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Next: Hardware Improvements Up: Attacks and Vulnerabilities Previous: Precomputing Dictionaries

Algorithm Optimization

Since a guessing attack on a password function involves repeated evaluation of the function, any optimization of the function will reduce the computational cost of an attack, making the attack more practical.

Biham recently discovered a notable software optimization of DES which he called bitslicing [4]. By replacing DES's S-Boxes with a logic gate circuit, one can reduced DES to a set of bit operations. One can then treat a 64-bit processor as 64 parallel one-bit processors, each implementing the circuit.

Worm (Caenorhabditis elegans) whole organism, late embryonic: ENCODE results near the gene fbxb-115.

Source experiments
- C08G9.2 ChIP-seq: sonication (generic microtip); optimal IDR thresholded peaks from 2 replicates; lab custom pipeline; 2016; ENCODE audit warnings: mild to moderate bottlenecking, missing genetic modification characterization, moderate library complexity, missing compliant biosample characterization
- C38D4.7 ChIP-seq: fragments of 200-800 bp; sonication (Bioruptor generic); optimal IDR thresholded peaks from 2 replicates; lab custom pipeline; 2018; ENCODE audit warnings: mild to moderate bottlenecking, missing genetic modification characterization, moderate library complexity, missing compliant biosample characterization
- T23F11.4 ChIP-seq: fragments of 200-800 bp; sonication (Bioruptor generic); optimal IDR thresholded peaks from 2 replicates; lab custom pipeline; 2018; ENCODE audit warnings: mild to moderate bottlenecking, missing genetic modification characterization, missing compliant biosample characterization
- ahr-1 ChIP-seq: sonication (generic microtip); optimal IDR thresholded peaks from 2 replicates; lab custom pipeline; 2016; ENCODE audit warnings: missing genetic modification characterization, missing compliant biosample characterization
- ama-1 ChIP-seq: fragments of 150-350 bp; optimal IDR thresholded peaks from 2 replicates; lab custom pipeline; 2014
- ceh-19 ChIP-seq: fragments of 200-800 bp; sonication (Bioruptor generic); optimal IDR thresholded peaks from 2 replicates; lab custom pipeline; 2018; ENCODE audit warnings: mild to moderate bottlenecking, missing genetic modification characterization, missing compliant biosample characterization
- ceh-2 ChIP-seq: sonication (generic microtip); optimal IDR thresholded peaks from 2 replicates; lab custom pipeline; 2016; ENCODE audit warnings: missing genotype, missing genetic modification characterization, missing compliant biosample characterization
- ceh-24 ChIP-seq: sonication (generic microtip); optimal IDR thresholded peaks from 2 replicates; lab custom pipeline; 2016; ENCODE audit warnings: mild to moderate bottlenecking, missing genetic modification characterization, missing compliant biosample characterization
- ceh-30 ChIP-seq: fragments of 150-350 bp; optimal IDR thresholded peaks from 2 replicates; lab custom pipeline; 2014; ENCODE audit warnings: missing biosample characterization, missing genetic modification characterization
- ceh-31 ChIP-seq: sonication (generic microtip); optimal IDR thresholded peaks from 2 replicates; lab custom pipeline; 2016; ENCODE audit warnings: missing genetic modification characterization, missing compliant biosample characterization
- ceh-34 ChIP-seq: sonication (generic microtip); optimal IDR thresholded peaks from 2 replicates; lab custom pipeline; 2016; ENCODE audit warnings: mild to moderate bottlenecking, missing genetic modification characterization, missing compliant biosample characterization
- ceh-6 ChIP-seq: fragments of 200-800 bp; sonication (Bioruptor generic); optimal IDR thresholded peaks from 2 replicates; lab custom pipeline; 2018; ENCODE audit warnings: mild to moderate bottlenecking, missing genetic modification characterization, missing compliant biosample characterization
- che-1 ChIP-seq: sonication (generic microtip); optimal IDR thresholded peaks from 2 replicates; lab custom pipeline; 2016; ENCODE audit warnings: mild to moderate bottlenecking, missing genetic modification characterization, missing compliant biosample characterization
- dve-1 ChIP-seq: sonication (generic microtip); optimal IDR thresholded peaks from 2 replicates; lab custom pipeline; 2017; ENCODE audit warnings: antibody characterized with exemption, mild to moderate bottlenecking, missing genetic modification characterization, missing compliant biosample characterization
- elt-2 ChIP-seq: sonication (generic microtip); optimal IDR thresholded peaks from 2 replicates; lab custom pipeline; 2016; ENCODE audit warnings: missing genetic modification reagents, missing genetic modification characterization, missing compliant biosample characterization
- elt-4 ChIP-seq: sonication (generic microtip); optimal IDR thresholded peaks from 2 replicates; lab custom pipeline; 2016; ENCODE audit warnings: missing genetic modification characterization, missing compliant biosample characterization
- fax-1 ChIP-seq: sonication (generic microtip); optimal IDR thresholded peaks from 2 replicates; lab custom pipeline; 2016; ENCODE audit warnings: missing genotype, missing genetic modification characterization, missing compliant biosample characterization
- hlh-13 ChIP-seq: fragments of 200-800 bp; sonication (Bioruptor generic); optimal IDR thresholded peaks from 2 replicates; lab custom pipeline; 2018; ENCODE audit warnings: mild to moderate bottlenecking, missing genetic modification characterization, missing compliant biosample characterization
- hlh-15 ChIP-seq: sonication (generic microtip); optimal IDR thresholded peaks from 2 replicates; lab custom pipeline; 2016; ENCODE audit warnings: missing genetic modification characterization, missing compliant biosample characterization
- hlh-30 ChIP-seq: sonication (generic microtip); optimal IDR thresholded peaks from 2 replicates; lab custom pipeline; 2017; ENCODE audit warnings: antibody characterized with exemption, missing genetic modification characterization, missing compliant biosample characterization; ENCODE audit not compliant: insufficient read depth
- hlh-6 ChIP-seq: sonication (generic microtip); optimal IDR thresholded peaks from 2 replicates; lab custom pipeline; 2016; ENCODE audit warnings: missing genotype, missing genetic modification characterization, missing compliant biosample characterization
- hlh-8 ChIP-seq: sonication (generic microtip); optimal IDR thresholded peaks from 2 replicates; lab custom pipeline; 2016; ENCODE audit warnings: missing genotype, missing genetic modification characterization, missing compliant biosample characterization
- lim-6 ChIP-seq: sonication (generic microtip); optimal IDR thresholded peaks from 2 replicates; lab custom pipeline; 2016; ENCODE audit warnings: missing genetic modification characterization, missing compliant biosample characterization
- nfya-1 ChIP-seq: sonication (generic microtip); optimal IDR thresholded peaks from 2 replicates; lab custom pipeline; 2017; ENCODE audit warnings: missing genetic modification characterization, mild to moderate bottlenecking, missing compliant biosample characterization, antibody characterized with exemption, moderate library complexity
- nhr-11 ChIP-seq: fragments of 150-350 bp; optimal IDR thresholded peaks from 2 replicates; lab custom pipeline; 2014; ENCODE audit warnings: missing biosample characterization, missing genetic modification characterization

On a 300MHz Alpha 8400 processor, Biham gained about a factor of 5 speedup using bitsliced DES. His implementation encrypted 137 Mb/sec on average, compared to Eric Young's libdes, which achieved only 28 Mb/sec.

For MD5 crypt the situation is similar. In ``John the Ripper'' [5] a considerable speedup was made by simplifying MD5 crypt's central computing loop.

Bitslicing relies on the fact that DES's S-boxes are fixed and well known. In contrast, Bcrypt's S-boxes change constantly over the course of the algorithm, and take on different values for every combination of password and salt. Bitslicing cannot be applied to bcrypt.

Niels Provos and David Mazieres